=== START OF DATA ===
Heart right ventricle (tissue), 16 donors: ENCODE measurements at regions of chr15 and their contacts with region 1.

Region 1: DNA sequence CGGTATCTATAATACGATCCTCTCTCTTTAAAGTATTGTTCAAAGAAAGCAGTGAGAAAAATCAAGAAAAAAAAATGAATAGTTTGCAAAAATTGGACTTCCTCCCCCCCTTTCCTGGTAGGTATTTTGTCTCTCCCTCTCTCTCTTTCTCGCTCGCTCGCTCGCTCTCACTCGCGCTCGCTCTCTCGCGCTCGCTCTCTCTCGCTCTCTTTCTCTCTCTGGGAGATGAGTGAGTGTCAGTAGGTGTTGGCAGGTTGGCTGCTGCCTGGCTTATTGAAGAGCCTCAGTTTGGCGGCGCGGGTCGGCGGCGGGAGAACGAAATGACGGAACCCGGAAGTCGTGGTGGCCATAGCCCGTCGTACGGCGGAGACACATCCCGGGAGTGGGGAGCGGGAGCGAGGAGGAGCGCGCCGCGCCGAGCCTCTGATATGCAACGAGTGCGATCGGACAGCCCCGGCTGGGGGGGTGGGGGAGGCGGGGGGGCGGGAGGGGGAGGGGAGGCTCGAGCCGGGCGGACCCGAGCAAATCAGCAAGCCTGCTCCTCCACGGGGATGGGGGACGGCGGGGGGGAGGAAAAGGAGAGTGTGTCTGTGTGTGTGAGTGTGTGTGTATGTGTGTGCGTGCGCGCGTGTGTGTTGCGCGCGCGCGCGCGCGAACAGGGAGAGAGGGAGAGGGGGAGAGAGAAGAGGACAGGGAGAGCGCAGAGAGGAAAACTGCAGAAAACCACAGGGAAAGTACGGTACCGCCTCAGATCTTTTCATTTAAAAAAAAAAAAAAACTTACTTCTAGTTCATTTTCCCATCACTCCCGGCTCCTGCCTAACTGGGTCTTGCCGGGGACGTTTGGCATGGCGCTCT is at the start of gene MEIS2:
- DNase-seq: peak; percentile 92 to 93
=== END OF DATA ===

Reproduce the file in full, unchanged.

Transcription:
Heart right ventricle (tissue), 16 donors: ENCODE measurements at regions of chr15 and their contacts with region 1.

Region 1: DNA sequence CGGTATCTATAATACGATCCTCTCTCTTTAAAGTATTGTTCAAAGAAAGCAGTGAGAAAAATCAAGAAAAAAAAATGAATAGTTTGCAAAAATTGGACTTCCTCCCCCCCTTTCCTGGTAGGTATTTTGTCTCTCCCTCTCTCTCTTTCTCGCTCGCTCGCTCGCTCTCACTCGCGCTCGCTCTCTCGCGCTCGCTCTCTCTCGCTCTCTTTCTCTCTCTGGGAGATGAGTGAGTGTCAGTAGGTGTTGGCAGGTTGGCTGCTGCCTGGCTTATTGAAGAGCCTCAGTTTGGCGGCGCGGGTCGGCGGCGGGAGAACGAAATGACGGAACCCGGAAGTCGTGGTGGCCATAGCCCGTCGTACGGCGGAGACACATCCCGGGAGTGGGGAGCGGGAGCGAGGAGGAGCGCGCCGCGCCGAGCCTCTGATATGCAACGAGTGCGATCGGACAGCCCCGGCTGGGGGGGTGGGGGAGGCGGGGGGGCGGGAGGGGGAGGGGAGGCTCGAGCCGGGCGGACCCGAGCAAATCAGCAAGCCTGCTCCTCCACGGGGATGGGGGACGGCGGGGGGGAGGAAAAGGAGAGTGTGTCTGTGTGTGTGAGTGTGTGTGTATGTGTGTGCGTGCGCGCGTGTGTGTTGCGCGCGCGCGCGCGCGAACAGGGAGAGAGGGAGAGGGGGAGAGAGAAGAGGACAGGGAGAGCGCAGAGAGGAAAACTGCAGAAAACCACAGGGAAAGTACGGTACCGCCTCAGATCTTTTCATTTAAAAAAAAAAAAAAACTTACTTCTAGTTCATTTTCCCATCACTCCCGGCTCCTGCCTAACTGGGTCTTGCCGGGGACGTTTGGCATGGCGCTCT is at the start of gene MEIS2:
- DNase-seq: peak; percentile 92 to 93